The Environment Agency – Abu Dhabi (EAD) is supporting ARKive to audio-visually profile the great diversity of UAE wildlife, as well as the world’s most endangered species. We look forward to working with them next week at the Eye on Earth Summit and Exhibition.

Apr 14

Visit our new Jewels of the UAE pages to discover the stunning array of habitats and species found in the United Arab Emirates. The Jewels of the UAE have been developed in collaboration with ARKive’s principal sponsor, the Environment Agency – Abu Dhabi (EAD).

Photo of sand dune habitat of common sandfish

Sand dunes, home to the common sandfish and other desert specialists

Discover the United Arab Emirates

From mega sand dunes covering large expanses of the UAE, home to well-adapted desert specialists, to extensive seagrass beds providing safe haven for internationally important populations of endangered species, the variety of habitats and species in the UAE is both amazing and perhaps surprising.

Dugong photo

The dugong is found in the seagrass beds off the coast of the UAE

Highlighting spectacular diversity

Our new Jewels of the UAE pages highlight not only the familiar desert specialists many of us associate with the Arabian peninsular, but also the less well known – the colourful fish living on the coral reefs in the warm waters off the coast of the UAE, the many birds which breed on offshore islands and in the mangrove swamps, and the mountain species, some found nowhere else in the world.

Photo of five-lined snapper shoal

Shoals of five-lined snapper are found patrolling over coral reefs

Conserving endangered species

The UAE boasts a number of conservation success stories – the most famous being that of the Arabian oryx, once extinct in the wild and now re-introduced into its natural habitat in populations throughout the Arabian Peninsula.

Photo of Arabian oryx males fighting

Visit our Jewels of the UAE pages to find more of the spectacular variety of species which live in the habitats of this stunning region and to learn more about the conservation efforts being undertaken in the region.

Also new today…

Many of the species found in the UAE and on our Jewels of the UAE pages, are being highlighted as part of a new exhibit launched today at Al Ain Wildlife Park & Resort by H.E. Razan Al Mubarak, Secretary General, the Environment Agency – Abu Dhabi.

Abu Dhabi Wildlife photography exhibition on display in Abu Dhabi in 2010

Abu Dhabi Wildlife photography exhibition on display in Abu Dhabi in 2010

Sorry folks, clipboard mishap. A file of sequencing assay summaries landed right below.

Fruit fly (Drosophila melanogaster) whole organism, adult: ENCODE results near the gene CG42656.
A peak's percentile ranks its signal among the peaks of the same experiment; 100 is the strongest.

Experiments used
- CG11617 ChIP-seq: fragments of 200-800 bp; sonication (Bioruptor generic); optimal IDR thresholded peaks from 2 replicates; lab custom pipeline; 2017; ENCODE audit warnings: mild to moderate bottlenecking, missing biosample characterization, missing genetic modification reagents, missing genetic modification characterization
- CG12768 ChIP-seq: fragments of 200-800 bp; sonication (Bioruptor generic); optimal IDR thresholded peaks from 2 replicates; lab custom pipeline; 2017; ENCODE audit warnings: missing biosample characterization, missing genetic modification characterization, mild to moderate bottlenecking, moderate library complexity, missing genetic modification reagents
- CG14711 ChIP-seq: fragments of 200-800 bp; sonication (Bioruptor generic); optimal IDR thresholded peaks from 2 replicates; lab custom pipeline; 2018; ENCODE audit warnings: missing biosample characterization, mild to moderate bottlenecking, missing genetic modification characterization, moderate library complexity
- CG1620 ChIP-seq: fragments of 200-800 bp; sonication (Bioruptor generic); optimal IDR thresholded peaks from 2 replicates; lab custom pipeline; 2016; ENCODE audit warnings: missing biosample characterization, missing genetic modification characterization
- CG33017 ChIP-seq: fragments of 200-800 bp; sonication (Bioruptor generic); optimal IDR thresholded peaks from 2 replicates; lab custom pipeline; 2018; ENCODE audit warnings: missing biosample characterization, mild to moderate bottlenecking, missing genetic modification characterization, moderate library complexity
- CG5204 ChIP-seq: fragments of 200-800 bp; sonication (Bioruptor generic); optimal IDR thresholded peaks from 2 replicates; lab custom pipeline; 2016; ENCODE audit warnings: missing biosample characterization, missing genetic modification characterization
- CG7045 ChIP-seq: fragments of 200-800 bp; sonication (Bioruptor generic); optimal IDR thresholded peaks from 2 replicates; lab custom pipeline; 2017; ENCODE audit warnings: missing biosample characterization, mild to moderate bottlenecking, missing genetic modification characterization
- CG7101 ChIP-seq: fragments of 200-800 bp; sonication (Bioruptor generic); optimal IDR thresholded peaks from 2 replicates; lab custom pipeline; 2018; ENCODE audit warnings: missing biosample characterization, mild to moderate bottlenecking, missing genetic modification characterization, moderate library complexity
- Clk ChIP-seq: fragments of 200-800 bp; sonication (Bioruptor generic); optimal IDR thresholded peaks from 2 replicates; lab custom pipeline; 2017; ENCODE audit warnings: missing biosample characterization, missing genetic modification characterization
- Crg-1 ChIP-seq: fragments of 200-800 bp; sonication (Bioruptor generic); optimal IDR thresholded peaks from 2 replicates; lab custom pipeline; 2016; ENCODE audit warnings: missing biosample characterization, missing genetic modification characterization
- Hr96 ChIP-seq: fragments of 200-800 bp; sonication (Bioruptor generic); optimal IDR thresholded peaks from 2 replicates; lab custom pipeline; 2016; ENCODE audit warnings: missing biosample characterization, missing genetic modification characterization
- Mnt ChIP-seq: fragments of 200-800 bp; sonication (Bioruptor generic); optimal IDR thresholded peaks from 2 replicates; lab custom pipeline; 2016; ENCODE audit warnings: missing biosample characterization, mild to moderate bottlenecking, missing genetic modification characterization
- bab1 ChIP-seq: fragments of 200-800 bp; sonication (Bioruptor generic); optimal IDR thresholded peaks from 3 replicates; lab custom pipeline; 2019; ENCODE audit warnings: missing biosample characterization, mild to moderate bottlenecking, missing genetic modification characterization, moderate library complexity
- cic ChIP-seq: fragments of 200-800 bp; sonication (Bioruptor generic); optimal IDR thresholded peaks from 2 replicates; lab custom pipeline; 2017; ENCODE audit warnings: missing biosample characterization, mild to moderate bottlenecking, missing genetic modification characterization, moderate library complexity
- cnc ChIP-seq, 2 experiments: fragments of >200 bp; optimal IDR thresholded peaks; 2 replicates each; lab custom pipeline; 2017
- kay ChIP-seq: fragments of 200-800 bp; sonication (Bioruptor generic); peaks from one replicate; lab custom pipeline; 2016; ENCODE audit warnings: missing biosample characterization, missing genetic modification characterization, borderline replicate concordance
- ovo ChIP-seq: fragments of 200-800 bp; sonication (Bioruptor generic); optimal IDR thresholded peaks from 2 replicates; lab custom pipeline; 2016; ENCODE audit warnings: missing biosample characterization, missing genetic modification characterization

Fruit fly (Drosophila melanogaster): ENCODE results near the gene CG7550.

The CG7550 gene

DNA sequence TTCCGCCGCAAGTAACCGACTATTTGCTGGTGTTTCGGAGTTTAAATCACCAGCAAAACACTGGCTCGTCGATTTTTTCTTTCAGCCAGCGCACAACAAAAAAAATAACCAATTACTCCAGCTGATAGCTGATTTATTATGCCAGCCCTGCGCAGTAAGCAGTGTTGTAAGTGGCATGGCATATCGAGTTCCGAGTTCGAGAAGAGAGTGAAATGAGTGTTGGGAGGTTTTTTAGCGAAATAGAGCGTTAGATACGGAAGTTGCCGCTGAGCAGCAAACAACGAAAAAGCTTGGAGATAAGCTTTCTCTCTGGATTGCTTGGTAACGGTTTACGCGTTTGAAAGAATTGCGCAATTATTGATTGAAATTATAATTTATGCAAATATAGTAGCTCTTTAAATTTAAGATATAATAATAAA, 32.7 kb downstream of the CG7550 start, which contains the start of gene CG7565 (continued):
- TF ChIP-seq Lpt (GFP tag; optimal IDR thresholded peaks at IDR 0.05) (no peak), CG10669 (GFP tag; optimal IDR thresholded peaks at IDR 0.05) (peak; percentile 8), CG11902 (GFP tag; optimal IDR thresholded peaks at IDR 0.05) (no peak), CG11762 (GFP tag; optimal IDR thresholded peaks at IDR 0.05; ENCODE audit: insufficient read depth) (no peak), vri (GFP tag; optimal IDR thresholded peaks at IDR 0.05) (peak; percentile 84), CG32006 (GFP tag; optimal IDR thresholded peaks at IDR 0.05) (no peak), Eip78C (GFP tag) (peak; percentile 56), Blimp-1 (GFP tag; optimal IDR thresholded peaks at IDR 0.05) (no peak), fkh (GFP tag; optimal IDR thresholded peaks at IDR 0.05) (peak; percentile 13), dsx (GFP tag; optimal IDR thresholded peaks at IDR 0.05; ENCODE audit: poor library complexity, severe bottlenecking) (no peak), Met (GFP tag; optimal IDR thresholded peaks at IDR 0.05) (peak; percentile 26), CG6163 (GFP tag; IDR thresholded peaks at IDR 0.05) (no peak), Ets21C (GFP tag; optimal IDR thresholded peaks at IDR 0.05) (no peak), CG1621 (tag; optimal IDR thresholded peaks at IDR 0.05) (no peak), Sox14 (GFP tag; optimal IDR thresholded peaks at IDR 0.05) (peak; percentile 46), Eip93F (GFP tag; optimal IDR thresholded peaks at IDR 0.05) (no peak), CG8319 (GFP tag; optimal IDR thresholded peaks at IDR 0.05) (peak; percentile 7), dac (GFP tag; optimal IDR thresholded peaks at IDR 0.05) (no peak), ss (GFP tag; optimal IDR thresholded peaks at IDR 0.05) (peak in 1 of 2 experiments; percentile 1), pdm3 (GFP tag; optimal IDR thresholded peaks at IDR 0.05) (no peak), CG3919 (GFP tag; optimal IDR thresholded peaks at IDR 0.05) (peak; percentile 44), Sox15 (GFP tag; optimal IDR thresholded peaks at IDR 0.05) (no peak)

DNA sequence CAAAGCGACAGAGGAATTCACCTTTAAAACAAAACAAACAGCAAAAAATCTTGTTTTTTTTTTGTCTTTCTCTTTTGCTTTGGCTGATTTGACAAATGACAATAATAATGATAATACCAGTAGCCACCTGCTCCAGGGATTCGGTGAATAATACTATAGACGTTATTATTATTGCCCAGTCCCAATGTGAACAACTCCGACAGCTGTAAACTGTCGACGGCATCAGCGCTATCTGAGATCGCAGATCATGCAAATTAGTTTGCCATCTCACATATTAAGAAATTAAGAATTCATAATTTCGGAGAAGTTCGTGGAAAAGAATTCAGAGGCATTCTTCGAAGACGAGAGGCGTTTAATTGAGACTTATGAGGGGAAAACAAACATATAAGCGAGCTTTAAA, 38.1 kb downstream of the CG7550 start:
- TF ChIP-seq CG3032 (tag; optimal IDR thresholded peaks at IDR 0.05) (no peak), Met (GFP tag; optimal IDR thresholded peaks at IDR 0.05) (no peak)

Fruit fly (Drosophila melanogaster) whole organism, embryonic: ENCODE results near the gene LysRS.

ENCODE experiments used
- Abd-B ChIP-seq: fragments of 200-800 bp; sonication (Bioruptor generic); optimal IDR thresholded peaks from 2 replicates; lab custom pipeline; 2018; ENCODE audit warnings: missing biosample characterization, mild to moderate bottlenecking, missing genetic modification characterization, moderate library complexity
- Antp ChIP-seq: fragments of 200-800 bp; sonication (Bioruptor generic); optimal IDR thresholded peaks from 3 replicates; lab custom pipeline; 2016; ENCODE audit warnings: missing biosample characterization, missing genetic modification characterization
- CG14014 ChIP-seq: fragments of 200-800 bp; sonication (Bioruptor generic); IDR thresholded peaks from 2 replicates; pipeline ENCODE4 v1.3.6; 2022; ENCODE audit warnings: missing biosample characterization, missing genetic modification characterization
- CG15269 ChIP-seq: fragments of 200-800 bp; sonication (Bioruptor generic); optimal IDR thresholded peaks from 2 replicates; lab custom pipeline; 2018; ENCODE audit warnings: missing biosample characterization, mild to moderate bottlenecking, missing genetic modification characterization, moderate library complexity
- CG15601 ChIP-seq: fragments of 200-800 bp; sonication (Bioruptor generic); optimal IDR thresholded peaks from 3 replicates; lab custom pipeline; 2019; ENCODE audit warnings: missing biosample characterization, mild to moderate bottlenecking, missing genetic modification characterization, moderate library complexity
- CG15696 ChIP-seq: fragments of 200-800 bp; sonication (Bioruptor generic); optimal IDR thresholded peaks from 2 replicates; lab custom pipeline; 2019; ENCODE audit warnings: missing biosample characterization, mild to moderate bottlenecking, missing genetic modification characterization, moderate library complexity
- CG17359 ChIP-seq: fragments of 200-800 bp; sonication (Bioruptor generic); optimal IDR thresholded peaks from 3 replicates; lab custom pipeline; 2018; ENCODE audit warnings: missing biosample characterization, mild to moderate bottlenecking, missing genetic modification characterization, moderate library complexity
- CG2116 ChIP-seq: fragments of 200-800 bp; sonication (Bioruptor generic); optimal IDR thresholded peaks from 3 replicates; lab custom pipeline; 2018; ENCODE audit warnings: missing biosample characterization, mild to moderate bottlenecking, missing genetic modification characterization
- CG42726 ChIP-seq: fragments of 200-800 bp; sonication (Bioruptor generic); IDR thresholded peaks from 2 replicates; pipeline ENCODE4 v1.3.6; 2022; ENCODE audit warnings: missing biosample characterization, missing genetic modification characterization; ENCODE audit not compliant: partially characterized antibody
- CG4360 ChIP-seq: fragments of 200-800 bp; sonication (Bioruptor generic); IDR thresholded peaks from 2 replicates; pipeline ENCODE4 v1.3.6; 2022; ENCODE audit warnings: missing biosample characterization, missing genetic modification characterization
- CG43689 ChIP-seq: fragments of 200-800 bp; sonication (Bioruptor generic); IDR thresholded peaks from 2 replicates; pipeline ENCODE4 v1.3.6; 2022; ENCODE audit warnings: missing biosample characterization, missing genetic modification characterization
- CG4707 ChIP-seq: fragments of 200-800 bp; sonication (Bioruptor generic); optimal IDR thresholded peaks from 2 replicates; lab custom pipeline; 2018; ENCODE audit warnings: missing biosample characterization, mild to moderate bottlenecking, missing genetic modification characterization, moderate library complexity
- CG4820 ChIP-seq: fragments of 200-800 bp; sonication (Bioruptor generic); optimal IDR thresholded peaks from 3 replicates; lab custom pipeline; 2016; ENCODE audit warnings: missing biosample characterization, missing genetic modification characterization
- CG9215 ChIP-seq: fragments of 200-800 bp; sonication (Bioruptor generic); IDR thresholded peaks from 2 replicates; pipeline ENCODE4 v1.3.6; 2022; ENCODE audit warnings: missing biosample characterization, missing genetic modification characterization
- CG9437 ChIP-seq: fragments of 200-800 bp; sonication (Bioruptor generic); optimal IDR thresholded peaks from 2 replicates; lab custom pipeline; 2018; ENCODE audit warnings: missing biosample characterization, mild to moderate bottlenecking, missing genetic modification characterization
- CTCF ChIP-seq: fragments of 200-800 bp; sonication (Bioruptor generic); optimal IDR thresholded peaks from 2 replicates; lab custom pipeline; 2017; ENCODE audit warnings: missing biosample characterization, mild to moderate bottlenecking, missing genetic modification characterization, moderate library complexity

Feb 8

The Environment Agency – Abu Dhabi (EAD) has planted 800,000 Avicennia marina mangrove saplings along the coast of Saadiyat and Jubail Islands, with the aim of alleviating the effects of property development on vulnerable coastal habitats.

Photo of the mangrove habitat of the western reef egret

Typical mangrove habitat

The planting project, which began in November 2009 and was completed this month, was developed by the EAD and the Abu Dhabi Tourism Authority (ADTA) to help reduce the effects of widespread development and mitigate degradation and habitat loss on Saadiyat Island and the nearby Island of Jubail.

The Emirate of Abu Dhabi is rapidly developing and coastal development is on the rise.

Thabit Al Abdessalaam, Director of Biodiversity Management Sector at EAD, says that being proactive and planting 800,000 mangrove saplings will “preserve our emirate’s fragile coastal biodiversity, and preserve a share of our heritage.”

Photo of the EAD mangroves team

The EAD-ADTA Mangrove Sapling Planting Programme team © EAD

Crucial habitats

Mangrove tree habitats are some of the world’s most productive and biologically important ecosystems. They protect beaches and coastal areas from erosion caused by the waves and ocean currents, provide vital habitats for numerous different species, and are a source of food, timber and fuel.

However, despite their many benefits to both humans and biodiversity, mangrove forests are declining around the world. This may leave coastal communities much more vulnerable to natural disasters.

Abu Dhabi possesses extensive mangrove areas on its islands and coastal regions, with mangroves currently covering around 72 square kilometres, including areas with sparse patches and mangrove plantations.

Encouraging mangrove reforestation

To protect coastal habitats from unsustainable development and habitat degradation, EAD is actively encouraging new developers to rehabilitate affected areas by undertaking extensive mangrove plantation programmes, under EAD’s supervision.

Saadiyat Island, where some of the planting has been carried out, is expected to be transformed into an international tourist and cultural destination by the Tourism Development and Investment Company by the year 2020. The company is following an active mangrove rehabilitation planting plan that aims at protecting remaining natural mangroves and rehabilitating impacted mangrove habitats along the island’s coastline.

Photo of mangrove saplings in habitat

Some of the 800,000 mangrove saplings planted in the programme © EAD

So far, the EAD-ADTA Mangrove Sapling Planting Programme has been a resounding success, with saplings planted last year demonstrating strong and healthy growth rates. Biodiversity in these areas also appears to be flourishing, with bird and gastropod populations in particular benefiting greatly from the new plantations.

Find out more about The Environment Agency – Abu Dhabi, ARKive’s principal sponsor.

Take a look at some of the amazing wildlife that can be found in mangrove swamps on ARKive’s ‘Jewels of the UAE’ pages.

Helen Roddis, ARKive Species Text Author


RSS feedArkive.org is the place for films, photos and facts about endangered species. Subscribe to our blog today to keep up to date!

Email updates

Sign up to receive a regular email digest of Arkive blog posts.
Preferred frequency:


Arkive twitter

Twitter: ARKive